Comedian Samantha Bee said Monday that the media is at least partly to blame for Donald Trump's political success. That's not exactly a new take, but the "Full Frontal" host's argument was different from most — meaning it wasn't based on the idea that the press has covered the Republican presidential nominee too much and caused millions of voters/lemmings to support the candidate whose name they have heard most often.
No, Bee accused the media — specifically the entertainment media — of normalizing Trump over many years. She didn't use the term "normalizing," but that's what she was talking about right here:
BEE: A lot of voters have decided that racism and sexism aren’t great, but they’re not a deal breaker. Kind of like a sandwich with too much mayo: They think they can just scrape off the extra white nonsense. Why do so many Americans think that playing footsie with fringe hate groups isn’t a disqualifier from polite society, much less the presidency? Maybe because that’s the message they get from entertainment giants like NBC, which gladly nurtured Trump’s celebrity through all the years he was running around saying this:TAPE OF TRUMP IN 2011: The birthers have been so badly labeled, they’re afraid to bring it up. Well, I’ve brought it up, and I’ve reinvigorated that issue, and I’m very proud to have done it.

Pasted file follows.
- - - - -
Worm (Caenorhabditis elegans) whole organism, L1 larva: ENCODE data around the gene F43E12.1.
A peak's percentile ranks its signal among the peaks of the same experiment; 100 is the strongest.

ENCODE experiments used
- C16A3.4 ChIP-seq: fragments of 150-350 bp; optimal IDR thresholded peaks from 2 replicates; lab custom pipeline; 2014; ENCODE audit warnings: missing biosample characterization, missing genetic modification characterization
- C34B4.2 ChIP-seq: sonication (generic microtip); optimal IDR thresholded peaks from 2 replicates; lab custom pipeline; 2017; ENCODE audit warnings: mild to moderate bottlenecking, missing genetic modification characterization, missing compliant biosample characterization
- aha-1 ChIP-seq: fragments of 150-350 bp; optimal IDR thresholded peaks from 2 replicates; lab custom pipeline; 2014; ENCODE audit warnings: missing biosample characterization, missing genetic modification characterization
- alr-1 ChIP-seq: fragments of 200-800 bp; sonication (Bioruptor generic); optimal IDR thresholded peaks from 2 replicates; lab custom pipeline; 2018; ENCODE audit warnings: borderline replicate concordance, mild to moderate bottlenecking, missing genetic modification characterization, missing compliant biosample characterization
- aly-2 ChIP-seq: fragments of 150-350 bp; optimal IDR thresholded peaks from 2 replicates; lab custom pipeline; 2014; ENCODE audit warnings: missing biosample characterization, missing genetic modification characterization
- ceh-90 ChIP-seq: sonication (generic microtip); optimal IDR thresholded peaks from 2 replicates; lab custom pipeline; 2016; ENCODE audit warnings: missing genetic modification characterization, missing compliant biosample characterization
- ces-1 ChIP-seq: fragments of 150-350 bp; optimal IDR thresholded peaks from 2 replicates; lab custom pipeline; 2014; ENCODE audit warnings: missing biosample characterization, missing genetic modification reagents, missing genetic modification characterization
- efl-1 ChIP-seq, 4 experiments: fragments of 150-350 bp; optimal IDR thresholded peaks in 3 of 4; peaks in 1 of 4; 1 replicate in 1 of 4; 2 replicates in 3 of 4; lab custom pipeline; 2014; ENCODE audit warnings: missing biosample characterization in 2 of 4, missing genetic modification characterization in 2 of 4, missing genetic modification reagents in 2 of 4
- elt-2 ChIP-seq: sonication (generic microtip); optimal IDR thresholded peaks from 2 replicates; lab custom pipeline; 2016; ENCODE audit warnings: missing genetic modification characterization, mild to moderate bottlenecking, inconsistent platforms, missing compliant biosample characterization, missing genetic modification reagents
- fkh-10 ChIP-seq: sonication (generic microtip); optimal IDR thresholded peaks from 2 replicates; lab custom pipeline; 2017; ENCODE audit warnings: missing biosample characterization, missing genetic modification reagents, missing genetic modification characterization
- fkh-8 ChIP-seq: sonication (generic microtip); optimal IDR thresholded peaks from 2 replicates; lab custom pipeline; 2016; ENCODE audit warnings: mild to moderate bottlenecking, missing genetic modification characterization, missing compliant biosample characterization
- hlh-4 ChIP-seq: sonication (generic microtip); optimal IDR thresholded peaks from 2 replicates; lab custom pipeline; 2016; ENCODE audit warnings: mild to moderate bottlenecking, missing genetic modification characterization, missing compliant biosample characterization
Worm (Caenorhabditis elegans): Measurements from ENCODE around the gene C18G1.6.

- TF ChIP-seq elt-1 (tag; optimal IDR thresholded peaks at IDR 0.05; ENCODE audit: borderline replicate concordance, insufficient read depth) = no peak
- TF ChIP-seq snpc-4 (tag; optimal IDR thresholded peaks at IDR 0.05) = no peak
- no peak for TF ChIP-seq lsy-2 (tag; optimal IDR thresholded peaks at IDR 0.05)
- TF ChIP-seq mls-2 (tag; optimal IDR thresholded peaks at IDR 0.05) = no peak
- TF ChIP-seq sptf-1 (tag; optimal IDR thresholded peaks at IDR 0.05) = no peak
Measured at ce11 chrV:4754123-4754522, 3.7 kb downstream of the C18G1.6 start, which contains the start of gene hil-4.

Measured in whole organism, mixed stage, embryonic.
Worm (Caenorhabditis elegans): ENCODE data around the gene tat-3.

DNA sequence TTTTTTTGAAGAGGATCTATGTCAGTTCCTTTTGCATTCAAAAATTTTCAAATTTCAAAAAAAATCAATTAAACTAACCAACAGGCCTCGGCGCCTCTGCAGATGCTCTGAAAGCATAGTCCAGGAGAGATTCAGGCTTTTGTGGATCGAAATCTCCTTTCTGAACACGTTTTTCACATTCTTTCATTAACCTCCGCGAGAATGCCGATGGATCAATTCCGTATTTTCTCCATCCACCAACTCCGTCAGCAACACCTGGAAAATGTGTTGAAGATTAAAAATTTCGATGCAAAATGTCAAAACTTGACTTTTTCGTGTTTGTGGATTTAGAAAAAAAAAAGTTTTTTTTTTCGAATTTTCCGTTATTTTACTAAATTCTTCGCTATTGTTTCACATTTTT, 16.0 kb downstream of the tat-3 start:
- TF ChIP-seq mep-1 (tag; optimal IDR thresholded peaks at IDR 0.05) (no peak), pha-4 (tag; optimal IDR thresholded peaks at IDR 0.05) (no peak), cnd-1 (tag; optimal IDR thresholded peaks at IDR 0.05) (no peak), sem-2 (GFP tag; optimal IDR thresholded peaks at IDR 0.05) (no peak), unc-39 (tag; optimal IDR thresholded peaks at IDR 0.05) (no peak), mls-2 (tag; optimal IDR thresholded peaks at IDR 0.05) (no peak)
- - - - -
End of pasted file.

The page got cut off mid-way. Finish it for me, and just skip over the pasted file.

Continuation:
As Bee sees it, NBC was willing to overlook Trump's birtherism and continue airing his "Apprentice" reality show "because ratings matter more than brown people." The network "tacitly approved a race-baiting demagogue," she said, and in doing so signaled to the public that he isn't so bad.
"To its credit," Bee said, "NBC did sever ties with Trump after he called Mexicans rapists — if by severing ties you mean inviting him on their flagship comedy programs to show millions of Americans what a fun guy he is."
After showing clips of Trump hosting "Saturday Night Live" and yukking it up with late-night host Jimmy Fallon, Bee added this:
Trump can be a total sweetheart with someone who has no reason to be terrified of him. … Network execs and a lot of their audience can ignore how very dangerous Trump is because to them, he isn’t. They’re not going to be deported. They’re not going to live under a president who thinks of them as a collection of sex toys. They’re not racist; they just don’t mind if other people are, which is just as bad.
Whatever you think of Bee's media critique, it is hard to dispute an underlying premise: The media did not create Trump overnight. The fame he has parlayed into a credible White House run was built over decades of attention.
Bee is saying it was wrong all along to give Trump the spotlight — to present him as a benignly entertaining character. It's hard to undo now.